Seven Keys To Crowdfunding On GoFundMe

keys to crowdfunding

Crowdfunding has become a useful resource for independent authors. These tips will teach you how to write a GoFundMe campaign that works.

Estimated reading time: 4 minutes

You’ve written your book, created a marketing plan, and are ready to send your book to production. But what if the costs of your production and promotion plans exceed your budget? What if you need to raise money to make your book a reality?

One possible solution is launching a crowdfunding campaign. Over the last 15 years, crowdfunding — the act of raising small amounts of money from a large number of individuals — has become a useful resource for independent authors. Kickstarter, Indiegogo, and GoFundMe are a few of the popular crowdfunding sites that help authors raise money for their self-published books.

When I decided to crowdfund my children’s book, Does A Giraffe Ever Feel Small?, I chose to use GoFundMe. There are pros and cons to every platform, but I liked GoFundMe because it has low fees and no deadlines for your project.

When I first started my crowdfunding campaign, I never thought I would reach my goal, but it only took four months! These seven tips will help you on your way to success with GoFundMe and crowdfunding in general.

1. Customize your page

If you’ve already started developing a cover for your book, include it on your GoFundMe page. If not, post a picture of yourself or something related to the book that is eye-catching. When determining how to write a GoFundMe page that is compelling, pepper it with engaging copy and include an excerpt from your book that captures the essence of your work. Every GoFundMe page has a description box where you can include details about your campaign. Write about why people will want to see your book in print and include a link to your website. You can also make a video pitch explaining your crowdfunding campaign and post it on your page.

2. Choose the right rewards

Figure out what you’ll need to spend for your entire project — then add a buffer so you’ll have wiggle room when unseen costs arise. It’s better to aim high than to end up with less than you need. If your goal is so big you’re worried people will question what you’ll need it for, detail your costs in the description box.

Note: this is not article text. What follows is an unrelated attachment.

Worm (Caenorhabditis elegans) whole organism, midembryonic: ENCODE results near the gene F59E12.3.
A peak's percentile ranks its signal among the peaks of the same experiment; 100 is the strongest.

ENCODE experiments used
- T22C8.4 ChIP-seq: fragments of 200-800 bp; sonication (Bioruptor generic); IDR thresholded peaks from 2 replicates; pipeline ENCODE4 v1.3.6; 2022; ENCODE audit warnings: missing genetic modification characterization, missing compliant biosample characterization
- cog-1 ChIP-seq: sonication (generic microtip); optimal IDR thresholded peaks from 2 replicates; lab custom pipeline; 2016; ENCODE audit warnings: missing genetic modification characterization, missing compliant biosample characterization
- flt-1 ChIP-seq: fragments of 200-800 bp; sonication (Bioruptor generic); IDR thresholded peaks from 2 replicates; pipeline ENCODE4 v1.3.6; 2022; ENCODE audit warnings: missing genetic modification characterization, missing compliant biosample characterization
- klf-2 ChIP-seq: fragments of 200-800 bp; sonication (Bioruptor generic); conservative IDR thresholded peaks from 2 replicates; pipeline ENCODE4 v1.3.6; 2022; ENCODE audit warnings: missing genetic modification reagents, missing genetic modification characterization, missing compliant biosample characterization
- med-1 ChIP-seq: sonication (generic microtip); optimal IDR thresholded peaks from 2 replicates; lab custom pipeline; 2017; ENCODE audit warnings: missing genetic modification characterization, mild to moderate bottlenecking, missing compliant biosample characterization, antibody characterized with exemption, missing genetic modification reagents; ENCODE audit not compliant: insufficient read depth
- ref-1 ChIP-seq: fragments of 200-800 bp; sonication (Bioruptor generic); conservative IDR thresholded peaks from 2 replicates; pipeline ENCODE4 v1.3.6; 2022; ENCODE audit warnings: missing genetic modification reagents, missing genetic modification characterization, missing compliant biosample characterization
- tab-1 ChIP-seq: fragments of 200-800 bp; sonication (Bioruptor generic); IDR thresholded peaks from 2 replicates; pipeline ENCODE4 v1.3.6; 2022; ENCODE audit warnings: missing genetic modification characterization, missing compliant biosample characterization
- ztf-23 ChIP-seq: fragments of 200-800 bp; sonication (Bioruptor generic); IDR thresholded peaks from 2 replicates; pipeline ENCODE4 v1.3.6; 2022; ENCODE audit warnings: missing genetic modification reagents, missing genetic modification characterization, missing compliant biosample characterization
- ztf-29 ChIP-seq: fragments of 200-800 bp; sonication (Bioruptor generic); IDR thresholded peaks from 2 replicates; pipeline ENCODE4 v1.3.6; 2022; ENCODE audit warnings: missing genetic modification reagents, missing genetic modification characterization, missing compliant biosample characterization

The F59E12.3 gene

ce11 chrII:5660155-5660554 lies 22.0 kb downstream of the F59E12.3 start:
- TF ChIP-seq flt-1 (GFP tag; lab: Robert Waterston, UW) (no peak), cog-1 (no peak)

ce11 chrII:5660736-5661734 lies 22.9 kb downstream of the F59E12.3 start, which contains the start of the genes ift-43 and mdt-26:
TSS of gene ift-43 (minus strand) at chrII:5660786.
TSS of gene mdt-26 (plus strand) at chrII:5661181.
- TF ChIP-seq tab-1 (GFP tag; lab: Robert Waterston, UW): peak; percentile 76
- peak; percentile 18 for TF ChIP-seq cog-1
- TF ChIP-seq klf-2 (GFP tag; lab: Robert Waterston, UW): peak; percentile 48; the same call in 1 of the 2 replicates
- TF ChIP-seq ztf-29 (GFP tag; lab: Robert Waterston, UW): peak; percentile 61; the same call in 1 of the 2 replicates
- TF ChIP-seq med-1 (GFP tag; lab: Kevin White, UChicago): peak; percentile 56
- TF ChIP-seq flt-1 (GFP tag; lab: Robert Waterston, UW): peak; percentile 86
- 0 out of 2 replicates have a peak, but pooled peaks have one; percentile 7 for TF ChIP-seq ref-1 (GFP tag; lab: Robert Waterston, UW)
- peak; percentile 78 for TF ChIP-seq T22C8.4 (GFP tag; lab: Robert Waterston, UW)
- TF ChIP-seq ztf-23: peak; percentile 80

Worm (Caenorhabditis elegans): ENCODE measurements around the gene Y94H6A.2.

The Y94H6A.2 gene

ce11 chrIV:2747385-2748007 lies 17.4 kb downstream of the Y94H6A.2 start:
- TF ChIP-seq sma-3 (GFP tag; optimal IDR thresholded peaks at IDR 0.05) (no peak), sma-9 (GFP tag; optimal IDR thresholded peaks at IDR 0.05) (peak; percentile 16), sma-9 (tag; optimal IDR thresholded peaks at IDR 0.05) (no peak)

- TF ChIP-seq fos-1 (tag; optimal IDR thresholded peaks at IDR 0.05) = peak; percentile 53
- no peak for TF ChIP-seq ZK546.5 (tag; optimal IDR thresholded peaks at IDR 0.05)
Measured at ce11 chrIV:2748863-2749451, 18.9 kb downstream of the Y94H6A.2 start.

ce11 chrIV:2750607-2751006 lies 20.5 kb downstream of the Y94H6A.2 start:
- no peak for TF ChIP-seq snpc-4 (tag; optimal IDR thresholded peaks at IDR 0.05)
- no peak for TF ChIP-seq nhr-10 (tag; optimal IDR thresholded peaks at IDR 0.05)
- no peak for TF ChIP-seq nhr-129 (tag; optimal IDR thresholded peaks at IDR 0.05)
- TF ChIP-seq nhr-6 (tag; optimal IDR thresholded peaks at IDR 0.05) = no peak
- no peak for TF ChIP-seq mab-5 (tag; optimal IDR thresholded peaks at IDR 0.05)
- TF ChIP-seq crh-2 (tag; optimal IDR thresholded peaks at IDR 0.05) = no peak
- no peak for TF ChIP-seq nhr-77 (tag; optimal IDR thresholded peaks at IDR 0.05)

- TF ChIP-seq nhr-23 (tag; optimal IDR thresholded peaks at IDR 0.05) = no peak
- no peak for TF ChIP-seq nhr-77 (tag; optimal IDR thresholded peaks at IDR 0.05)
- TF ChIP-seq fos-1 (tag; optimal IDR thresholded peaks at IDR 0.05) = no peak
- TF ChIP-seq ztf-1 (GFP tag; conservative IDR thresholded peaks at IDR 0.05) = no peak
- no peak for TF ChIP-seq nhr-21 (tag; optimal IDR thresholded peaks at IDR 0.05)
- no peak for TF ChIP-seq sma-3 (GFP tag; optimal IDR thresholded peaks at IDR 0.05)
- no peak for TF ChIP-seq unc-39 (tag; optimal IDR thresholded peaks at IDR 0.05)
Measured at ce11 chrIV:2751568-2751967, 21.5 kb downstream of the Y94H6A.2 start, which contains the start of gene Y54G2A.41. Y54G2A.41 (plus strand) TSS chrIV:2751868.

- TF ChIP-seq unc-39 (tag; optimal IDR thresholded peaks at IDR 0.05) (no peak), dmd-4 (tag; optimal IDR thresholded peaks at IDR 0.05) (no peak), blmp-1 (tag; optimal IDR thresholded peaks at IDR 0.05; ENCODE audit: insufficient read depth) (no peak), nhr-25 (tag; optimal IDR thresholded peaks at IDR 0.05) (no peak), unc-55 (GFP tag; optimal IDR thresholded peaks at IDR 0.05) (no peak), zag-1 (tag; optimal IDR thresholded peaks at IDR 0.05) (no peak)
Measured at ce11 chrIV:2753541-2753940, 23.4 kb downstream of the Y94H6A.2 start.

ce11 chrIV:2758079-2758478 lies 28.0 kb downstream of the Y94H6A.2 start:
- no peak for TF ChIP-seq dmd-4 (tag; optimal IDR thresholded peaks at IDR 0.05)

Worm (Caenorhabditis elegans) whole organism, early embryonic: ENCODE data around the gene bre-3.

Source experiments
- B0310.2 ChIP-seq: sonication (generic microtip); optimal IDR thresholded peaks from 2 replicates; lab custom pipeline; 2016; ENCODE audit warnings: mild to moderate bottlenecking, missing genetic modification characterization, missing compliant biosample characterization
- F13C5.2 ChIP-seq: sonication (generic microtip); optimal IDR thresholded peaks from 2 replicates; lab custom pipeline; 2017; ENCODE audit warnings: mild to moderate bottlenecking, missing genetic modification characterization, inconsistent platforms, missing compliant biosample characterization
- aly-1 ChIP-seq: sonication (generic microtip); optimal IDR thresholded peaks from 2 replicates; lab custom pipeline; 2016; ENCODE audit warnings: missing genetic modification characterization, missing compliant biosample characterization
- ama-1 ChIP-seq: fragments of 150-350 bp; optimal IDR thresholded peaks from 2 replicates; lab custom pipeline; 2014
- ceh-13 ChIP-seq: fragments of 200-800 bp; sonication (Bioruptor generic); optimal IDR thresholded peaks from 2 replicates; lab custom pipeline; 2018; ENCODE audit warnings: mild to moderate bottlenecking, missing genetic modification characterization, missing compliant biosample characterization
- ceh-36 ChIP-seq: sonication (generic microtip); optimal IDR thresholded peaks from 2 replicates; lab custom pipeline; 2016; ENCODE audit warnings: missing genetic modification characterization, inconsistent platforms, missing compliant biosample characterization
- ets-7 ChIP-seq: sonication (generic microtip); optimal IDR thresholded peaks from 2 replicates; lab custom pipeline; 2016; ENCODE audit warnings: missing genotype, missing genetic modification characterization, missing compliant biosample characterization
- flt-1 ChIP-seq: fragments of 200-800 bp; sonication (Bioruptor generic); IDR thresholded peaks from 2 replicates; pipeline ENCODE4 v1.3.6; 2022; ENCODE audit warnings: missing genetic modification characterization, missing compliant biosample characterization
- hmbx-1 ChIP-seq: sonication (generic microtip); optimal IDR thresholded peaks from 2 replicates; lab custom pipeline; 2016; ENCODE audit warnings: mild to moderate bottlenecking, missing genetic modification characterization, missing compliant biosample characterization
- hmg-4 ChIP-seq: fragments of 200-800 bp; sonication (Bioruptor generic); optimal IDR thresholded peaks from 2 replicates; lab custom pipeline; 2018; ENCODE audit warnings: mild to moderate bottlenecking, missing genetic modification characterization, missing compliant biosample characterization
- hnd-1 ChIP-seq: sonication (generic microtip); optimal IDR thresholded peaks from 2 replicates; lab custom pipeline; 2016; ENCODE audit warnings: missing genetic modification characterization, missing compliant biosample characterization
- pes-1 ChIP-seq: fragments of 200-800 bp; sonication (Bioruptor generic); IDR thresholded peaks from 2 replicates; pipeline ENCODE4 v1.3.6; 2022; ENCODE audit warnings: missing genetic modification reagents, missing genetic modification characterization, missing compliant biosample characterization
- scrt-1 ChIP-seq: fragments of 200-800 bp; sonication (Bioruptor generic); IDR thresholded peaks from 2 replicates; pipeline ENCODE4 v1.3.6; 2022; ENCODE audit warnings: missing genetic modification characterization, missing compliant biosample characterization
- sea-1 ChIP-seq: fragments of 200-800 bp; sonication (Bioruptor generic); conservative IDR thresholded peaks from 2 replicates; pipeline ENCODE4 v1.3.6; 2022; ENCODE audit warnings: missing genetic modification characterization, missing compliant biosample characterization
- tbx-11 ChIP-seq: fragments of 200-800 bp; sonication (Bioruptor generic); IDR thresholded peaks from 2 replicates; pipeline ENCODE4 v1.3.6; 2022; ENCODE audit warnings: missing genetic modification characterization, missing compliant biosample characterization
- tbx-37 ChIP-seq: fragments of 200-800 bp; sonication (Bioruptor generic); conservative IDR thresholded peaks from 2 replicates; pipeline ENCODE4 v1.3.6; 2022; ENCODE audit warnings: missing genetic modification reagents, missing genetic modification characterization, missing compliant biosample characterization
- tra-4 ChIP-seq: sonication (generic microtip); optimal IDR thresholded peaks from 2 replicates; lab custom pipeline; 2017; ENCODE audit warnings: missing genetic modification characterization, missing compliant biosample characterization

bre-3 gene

3. Promote your crowdfunding campaign on social media

GoFundMe makes it easy for people to share and re-share your page on Facebook. If there’s a lull in donations, post your current earnings on Facebook and encourage people to help you meet your goal. Post a link to your GoFundMe page on all your social media platforms and any blogs you publish. You can even embed a handy widget that displays your goal on your website and takes people right to the donation page.

4. Create initiatives for your donors

Potential donors will be more likely to contribute if you offer them a reward. In addition to providing them a copy in all formats you publish, consider offering to list contributors’ names in the back of the book at a certain level of funding. Create another donation level at which supporters receive a personalized, signed copy. Get creative when coming up with incentives.

5. Provide updates

If you write a new chapter or change directions with your plot, share the news with your audience. If you’ve hit a new benchmark in your donations, share that, along with another excerpt or illustration. Keep your audience motivated so they feel like they’re part of your project-in-progress. This will encourage them to keep donating.

6. Follow through

Once your funding goal is met, you are obligated to publish the book (and make good on all the rewards you promised). People contributed real money to your crowdfunding campaign and they will be eager to see a finished product. If the process is taking longer than you expected, update your audience so they stay informed. When you finally have a publication date, make sure everyone knows about it (and when they can expect their rewards).

7. Thank your supporters

Once you’ve met your goal, post a thank you to everyone who contributed and send personal notes to the people who donated the most. This gesture will show your gratitude and keep your audience in the loop after you’ve finished crowdfunding.

This post was written by Madeleine Dodge, a former BlueInk Review Summer intern and a Rhetoric and Media Studies Major at Lewis & Clark College. It was originally posted on the BlueInk Review blog. Republished with permission.

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